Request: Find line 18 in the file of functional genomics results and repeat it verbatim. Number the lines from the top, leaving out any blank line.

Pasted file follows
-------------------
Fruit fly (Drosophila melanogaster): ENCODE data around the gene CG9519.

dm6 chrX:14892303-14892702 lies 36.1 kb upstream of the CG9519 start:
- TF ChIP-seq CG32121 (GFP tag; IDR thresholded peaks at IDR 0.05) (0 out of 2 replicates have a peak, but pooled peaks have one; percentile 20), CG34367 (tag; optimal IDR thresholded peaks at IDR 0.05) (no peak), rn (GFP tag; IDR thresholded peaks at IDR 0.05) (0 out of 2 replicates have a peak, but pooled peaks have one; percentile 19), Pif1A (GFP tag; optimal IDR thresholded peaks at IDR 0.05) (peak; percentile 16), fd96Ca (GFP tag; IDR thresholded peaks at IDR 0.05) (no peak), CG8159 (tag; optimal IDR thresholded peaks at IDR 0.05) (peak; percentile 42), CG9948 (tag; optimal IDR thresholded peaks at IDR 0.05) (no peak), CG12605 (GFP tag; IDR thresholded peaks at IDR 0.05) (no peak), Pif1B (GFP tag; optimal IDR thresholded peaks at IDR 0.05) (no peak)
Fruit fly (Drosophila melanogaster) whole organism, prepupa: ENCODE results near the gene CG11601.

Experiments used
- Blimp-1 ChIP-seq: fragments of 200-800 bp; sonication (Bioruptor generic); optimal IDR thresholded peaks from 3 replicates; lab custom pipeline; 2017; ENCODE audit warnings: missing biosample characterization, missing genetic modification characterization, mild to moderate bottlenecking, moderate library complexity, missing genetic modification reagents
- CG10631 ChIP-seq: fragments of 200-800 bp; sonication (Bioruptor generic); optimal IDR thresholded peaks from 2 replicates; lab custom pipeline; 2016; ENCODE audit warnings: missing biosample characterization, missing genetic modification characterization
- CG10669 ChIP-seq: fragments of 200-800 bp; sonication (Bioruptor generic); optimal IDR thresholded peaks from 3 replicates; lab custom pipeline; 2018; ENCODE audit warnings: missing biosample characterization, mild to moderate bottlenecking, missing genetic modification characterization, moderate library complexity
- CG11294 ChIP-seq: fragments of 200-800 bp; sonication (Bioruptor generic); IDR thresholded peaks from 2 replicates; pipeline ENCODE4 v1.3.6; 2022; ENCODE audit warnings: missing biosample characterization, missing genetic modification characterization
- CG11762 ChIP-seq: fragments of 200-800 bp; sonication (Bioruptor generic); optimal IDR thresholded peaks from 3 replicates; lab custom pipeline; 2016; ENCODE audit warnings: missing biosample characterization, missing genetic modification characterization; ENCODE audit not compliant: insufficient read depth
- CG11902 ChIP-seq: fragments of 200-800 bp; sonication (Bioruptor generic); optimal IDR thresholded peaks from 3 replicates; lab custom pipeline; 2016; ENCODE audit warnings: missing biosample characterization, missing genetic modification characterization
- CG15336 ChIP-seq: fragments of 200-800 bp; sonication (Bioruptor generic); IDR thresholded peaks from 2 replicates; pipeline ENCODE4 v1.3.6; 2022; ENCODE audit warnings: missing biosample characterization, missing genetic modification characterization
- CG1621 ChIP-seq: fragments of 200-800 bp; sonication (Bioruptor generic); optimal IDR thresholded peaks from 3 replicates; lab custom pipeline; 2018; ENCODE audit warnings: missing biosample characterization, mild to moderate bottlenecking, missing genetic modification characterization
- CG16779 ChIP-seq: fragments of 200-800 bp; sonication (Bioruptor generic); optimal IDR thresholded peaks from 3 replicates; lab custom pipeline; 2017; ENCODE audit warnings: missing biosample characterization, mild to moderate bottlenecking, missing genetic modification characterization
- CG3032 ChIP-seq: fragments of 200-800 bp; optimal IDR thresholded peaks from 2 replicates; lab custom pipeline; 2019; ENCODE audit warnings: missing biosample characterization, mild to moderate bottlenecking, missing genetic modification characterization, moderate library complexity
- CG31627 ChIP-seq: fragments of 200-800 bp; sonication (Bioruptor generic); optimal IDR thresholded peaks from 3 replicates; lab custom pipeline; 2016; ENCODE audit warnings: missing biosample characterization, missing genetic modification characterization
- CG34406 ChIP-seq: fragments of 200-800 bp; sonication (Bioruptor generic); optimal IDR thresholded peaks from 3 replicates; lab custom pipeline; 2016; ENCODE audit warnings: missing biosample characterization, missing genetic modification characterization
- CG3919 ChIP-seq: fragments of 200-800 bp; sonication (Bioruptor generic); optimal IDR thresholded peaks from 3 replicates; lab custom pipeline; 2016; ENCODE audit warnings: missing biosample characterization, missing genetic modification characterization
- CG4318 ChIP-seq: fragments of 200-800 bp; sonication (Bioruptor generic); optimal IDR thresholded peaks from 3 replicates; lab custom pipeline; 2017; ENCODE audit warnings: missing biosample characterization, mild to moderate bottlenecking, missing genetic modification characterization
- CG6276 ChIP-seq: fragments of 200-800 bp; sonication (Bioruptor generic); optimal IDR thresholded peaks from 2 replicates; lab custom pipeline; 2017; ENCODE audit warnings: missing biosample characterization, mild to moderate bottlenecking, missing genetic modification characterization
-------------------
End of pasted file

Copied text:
- CG3919 ChIP-seq: fragments of 200-800 bp; sonication (Bioruptor generic); optimal IDR thresholded peaks from 3 replicates; lab custom pipeline; 2016; ENCODE audit warnings: missing biosample characterization, missing genetic modification characterization